Almost 90% of American have used digital health tools, claims Rock Health
The survey found that...
According to a recent survey by Rock Health, 87% of respondents in the US have, at least once, used digital health tools in 2017.
The survey found that the figure rose by 7 percentage points from the previous year, as only 80% had used digital health tools in 2016.
The survey, the third annual report released from the firm, shows results from 4,000 individuals in the US.
The report found that the post popular of tools were health information, of which 79% of respondents had used, and provider reviews, which 58% of the survey had used.
24% of those questioned had used wearables and mobile tracking, with 19% having used video telemedicine.
“The good news for digital health innovators is consumers generally like using their products,”Megan Zweig, Rock Health’s Director of Research, informed HealthExec.
“People are largely satisfied with their telemedicine visits, and even report that wearables and other health tracking apps are helping them achieve their health goals.”
“Relationships really do matter in healthcare, and this is evident in how consumers interact with digital tools.”
“Consumers are much more likely to trust in provider data security and share their healthcare data with providers – especially compared to tech companies.”
“This means providers have substantial sway in terms of digital tool adoption – a prescription or recommendation from a care team member is going to carry a lot of weight with a patient.”
Skin Analytics wins NHSX award for AI skin cancer tool
An artificial intelligence-driven tool that identifies skin cancers has received an award from NHSX, the NHS England and Department of Health and Social Care's initiative to bring technology into the UK's national health system.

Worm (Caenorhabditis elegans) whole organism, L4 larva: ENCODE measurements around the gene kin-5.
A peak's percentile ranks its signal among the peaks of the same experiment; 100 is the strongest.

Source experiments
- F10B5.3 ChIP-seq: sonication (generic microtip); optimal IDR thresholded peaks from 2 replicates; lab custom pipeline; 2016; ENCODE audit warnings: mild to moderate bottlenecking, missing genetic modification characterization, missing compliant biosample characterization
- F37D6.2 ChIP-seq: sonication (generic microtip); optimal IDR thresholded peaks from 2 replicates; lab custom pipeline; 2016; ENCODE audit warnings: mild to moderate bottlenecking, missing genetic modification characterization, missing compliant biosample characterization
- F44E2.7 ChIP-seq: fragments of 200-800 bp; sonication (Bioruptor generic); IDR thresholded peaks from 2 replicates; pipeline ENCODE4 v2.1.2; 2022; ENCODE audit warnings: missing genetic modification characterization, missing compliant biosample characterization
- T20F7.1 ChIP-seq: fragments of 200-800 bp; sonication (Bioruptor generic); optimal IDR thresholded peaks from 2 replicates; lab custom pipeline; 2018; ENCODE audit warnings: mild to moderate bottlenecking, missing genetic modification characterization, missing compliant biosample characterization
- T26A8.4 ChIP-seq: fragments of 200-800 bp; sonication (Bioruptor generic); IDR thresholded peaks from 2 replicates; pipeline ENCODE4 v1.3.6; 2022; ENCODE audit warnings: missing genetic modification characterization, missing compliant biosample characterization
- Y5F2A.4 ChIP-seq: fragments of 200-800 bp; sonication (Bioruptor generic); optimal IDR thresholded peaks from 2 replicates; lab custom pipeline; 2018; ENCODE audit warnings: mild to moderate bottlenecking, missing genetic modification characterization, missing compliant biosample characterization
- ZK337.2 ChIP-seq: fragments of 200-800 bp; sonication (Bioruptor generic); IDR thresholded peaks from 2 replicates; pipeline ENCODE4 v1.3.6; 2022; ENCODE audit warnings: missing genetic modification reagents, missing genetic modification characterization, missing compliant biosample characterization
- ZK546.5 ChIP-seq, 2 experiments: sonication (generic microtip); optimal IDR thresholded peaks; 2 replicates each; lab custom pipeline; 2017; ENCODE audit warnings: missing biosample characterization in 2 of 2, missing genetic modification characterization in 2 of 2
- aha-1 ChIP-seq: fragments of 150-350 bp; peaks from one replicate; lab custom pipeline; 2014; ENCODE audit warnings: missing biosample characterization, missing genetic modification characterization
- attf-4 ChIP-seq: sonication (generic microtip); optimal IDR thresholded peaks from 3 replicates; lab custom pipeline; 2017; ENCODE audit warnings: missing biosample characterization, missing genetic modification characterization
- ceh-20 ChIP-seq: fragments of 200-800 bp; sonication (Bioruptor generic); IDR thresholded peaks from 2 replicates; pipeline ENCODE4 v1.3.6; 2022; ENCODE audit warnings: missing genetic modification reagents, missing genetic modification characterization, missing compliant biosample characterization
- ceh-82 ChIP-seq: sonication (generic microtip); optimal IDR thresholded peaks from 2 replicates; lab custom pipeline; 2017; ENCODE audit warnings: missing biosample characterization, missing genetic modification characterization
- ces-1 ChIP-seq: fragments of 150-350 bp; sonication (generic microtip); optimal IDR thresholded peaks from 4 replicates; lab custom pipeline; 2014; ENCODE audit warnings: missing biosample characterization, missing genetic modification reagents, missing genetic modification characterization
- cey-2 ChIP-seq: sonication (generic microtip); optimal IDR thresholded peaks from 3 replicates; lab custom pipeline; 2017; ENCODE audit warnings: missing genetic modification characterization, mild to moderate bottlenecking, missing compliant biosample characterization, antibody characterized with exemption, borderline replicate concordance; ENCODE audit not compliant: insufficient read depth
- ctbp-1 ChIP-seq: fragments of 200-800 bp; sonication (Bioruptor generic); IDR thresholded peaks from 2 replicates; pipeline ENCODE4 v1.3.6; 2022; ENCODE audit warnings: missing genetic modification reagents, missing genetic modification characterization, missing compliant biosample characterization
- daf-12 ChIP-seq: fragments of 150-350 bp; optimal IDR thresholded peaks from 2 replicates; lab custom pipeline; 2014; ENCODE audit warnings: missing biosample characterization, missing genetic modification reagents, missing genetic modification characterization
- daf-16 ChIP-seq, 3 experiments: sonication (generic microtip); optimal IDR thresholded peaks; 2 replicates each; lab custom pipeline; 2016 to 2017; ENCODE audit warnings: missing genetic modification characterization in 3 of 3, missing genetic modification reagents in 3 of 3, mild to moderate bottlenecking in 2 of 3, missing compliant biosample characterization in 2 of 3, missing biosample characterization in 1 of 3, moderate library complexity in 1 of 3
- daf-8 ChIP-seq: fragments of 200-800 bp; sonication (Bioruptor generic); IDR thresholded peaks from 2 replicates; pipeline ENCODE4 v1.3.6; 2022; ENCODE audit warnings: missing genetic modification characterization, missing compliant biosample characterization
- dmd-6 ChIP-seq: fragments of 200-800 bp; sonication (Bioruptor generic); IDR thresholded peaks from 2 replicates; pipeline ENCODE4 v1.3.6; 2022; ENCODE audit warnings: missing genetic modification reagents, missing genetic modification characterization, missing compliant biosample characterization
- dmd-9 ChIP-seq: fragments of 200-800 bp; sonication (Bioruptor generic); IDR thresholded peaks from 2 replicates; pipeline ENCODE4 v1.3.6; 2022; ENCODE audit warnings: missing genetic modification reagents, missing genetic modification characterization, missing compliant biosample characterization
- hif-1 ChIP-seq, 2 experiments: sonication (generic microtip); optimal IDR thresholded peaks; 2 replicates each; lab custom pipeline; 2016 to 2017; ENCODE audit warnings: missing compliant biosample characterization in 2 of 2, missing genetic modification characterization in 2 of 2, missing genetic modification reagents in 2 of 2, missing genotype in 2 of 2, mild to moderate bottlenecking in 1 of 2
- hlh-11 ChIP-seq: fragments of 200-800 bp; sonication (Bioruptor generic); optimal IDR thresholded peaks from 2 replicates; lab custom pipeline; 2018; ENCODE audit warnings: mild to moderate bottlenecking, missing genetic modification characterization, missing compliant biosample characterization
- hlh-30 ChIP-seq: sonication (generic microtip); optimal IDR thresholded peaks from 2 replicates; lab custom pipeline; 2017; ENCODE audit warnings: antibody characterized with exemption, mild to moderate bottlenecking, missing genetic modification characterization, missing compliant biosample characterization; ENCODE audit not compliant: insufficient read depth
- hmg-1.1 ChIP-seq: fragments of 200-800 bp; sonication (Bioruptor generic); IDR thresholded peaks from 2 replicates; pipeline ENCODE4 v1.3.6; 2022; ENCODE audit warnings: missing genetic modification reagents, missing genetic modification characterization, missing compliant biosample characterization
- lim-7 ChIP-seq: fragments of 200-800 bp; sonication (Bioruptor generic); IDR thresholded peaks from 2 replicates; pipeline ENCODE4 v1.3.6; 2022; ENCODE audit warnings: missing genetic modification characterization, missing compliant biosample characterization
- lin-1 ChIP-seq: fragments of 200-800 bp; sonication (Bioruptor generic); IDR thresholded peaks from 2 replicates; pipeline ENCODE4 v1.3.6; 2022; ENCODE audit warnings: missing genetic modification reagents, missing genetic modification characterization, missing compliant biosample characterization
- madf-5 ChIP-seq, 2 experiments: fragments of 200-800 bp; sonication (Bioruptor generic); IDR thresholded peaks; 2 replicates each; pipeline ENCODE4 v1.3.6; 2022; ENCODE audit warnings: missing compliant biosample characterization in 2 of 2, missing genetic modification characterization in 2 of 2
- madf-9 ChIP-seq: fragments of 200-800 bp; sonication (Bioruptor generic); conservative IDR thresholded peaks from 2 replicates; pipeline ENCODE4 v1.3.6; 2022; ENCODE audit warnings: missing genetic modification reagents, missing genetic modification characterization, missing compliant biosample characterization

NHSX has granted the Artificial Intelligence in Health and Care Award to DERM, an AI solution that can identify 11 types of skin lesion.
Developed by Skin Analytics, DERM analyses images of skin lesions using algorithms. Within primary care, Skin Analytics will be used as an additional tool to help doctors with their decision making.
In secondary care, it enables AI telehealth hubs to support dermatologists with triage, directing patients to the right next step. This will help speed up diagnosis, and patients with benign skin lesions can be identified earlier, redirecting them away from dermatology departments that are at full capacity due to the COVID-19 backlog.
Cancer Research has called the impact of the pandemic on cancer services "devastating", with a 42% drop in the number of people starting cancer treatment after screening.
DERM is already in use at University Hospitals Birmingham and Mid and South Essex Health & Care Partnership, where it has led to a significant reduction in unnecessary referrals to hospital.
Now NHSX have granted it the Phase 4 AI in Health and Care Award, making DERM available to clinicians across the country. Overall this award makes £140 million available over four years to accelerate the use of artificial intelligence technologies which meet the aims of the NHS Long Term Plan.
Dr Lucy Thomas, Consultant Dermatologist at Chelsea & Westminster Hospital, said: “Skin Analytics’ receipt of this award is great news for the NHS and dermatology departments. It will allow us to gather real-world data to demonstrate the benefits of AI on patient pathways and workforce challenges.
"Like many services, dermatology has severe backlogs due to the COVID-19 pandemic. This award couldn't have come at a better time to aid recovery and give us more time with the patients most in need of our help.”